Mr L is age 41 with a history of multiple sclerosis (MS), bipolar disorder, and parkinsonism that has persisted despite being off neuroleptics for 1.5 years (Figures 1 and 2). He presented with right hemiparkinsonism characterized by a moderate amplitude rhythmic resting, postural and action hand tremor, moderate bradykinesia, and cogwheel rigidity at the wrist and elbow. His right leg and arm swing were depressed.
At age 35, Mr. L was diagnosed with MS after he presented with diplopia and his brain MRI findings showed demyelinating lesions in the brain (Figure 1), cervical, and thoracic spinal cord as well as unmatched oligoclonal bands in his cerebrospinal fluid. At that time, his diplopia improved spontaneously and he was started on fingolimod to treat his MS.
Figure 1. Imaging assessments before and after the onset of parkinsonian symptoms: Axial (A) and coronal (B) T2 FLAIR sections before the onset of hemiparkinsonism.
A year later, Mr. L developed mania and was diagnosed with bipolar disorder. He was initially treated with olanzapine and aripiprazole and then transitioned to aripiprazole and lithium. At age 37, 2 years later, he developed a right-hand action tremor.
By age 40, Mr. L’s tremor was reportedly worse and he complained of a decline in dexterity of his right hand with reduction in size of his handwriting and worsening gait. His neuroleptics had been discontinued. Brain MRI findings then showed new demyelinating lesions with discontinuous rim enhancement in the left globus pallidus, left frontal centrum semiovale, and right periatrial white matter MRI (Figure 2A-D).
Figure 2. Axial T2 FLAIR (A) and coronal T1 (B) sections of brain MRI performed after patient developed right-sided hemiparkinsonism. A new left hyperintense lesion is visible in the left globus pallidus with peripheral ring enhancement (B). Follow-up brain MRI (C, D) at the time the patient was evaluated by a movement disorder specialist. Axial FLAIR MRI (C) shows a left pallidal lesion without gadolinium enhancement (D).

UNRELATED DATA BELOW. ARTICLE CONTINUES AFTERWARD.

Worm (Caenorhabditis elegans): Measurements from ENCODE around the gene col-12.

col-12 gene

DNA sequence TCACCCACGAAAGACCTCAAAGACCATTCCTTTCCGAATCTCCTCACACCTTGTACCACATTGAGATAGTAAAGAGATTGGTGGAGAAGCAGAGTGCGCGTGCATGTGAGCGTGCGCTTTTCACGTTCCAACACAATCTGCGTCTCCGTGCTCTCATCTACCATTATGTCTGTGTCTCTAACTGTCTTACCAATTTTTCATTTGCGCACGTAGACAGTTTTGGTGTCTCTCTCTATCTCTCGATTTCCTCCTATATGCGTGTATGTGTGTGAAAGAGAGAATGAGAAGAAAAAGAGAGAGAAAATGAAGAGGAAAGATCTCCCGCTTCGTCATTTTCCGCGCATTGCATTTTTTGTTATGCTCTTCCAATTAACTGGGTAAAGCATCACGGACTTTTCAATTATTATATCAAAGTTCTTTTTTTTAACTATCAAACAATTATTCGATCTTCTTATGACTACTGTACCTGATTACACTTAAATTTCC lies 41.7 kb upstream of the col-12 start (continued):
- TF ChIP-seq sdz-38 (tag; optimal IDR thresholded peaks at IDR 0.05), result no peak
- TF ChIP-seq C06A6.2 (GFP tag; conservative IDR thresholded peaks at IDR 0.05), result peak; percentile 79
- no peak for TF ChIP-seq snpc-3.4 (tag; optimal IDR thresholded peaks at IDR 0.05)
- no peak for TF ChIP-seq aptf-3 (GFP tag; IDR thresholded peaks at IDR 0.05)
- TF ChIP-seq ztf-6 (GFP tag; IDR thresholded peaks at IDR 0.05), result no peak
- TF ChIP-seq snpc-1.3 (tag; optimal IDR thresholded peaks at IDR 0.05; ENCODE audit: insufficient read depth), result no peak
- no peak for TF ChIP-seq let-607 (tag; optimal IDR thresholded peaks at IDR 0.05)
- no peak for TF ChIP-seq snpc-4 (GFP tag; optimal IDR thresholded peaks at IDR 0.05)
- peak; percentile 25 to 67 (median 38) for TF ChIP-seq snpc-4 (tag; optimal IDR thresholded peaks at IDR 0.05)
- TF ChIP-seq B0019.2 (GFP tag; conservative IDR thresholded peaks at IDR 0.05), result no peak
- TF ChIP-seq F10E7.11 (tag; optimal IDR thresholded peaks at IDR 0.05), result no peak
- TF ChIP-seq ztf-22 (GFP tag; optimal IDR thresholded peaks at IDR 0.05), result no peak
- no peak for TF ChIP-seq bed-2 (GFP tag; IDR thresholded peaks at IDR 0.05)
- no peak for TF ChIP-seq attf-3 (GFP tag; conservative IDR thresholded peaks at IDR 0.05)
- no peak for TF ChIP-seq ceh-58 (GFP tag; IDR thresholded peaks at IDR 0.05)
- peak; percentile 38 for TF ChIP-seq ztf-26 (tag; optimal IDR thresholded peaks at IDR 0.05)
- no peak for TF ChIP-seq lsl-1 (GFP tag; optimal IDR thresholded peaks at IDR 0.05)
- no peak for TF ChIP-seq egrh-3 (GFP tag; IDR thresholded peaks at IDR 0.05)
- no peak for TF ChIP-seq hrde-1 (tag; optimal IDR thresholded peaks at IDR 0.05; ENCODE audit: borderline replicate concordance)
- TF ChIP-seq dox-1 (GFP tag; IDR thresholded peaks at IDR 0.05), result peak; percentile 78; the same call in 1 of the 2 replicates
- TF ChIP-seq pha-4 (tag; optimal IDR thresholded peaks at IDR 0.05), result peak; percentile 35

Considering Mr. L’s history and continued parkinsonian symptoms despite not taking neuroleptics, lithium treatment was tapered and discontinued.
Follow Up, Diagnosis, and Further Management
Approximately 10 months later, Mr. L had an ioflupane dopamine transporter scan (DaTSCAN) with normal presynaptic dopamine transporter uptake findings (Figure 3). His rest tremor, bradykinesia, and rigidity were unchanged, although his action tremor had improved. Levodopa or other dopaminergic agents were not initiated out of concern for worsening mania.
Mr. L was subsequently treated with quetiapine 100 mg daily. His parkinsonism has not worsened in over 2 years.
Multiple sclerosis (MS) is an autoimmune demyelinating disease that commonly causes white matter plaques, but deep grey matter nuclei can also be affected. MS manifests with a wide range of neurologic symptoms depending on the location of lesions. Parkinsonism is rarely comorbid with MS. Here we present a case of MS causing hemiparkinsonism, which developed subacutely in the context of an acute demyelinating lesion in the contralateral basal ganglia.
Parkinsonism associated with multiple sclerosis has been previously reported in the literature—implicated as both coincidental and causal.1,2 Coincidentally occurring parkinsonism with MS is supported by absence of demyelinating lesions in the basal ganglia on MRI, with abnormal uptake on DaTSCAN.2-4 Evidence for a causal relationship includes a strategically placed plaque in the basal ganglia-thalamocortical network that is time locked to the onset of parkinsonism, which subsequently improves with high-dose corticosteroids.1,5,6 Although hemiparkinsonism can be seen in idiopathic Parkinson’s disease, secondary etiologies such as tumors and vascular insults have been reported.7-9 The temporal relationship of bradykinesia onset in our patient with an active demyelination in contralateral globus pallidus as well as lack of symptom progression over 2 years of follow up support the hypothesis that heimparkinsonism was caused by a demyelinating plaque. A normal DaTSCAN suggests postsynaptic dopaminergic dysfunction related to the lesion and makes coincidental Parkinson’s disease unlikely. The diagnosis of drug-induced parkinsonism (DIP) is unlikely, because his symptoms occurred 1.5 years after discontinuing olanzapine and aripiprazole and did not improve following lithium taper. Furthermore, to our knowledge, DIP rarely causes hemiparkinsonism. Of note, quetiapine, which has a low propensity to cause DIP, was added a year after the symptoms developed, without any adverse effect on parkinsonian symptoms. A systematic analysis is warranted to determine whether a higher incidence of parkinsonian symptoms in MS patients with plaques within basal ganglia-thalamocortical network may exist and whether dopamine receptor-blocking agents can unmask parkinsonism in such MS patients.
APL and GMR contributed equally to the manuscript.
The authors have no financial or other relationships relevant to this content to disclose
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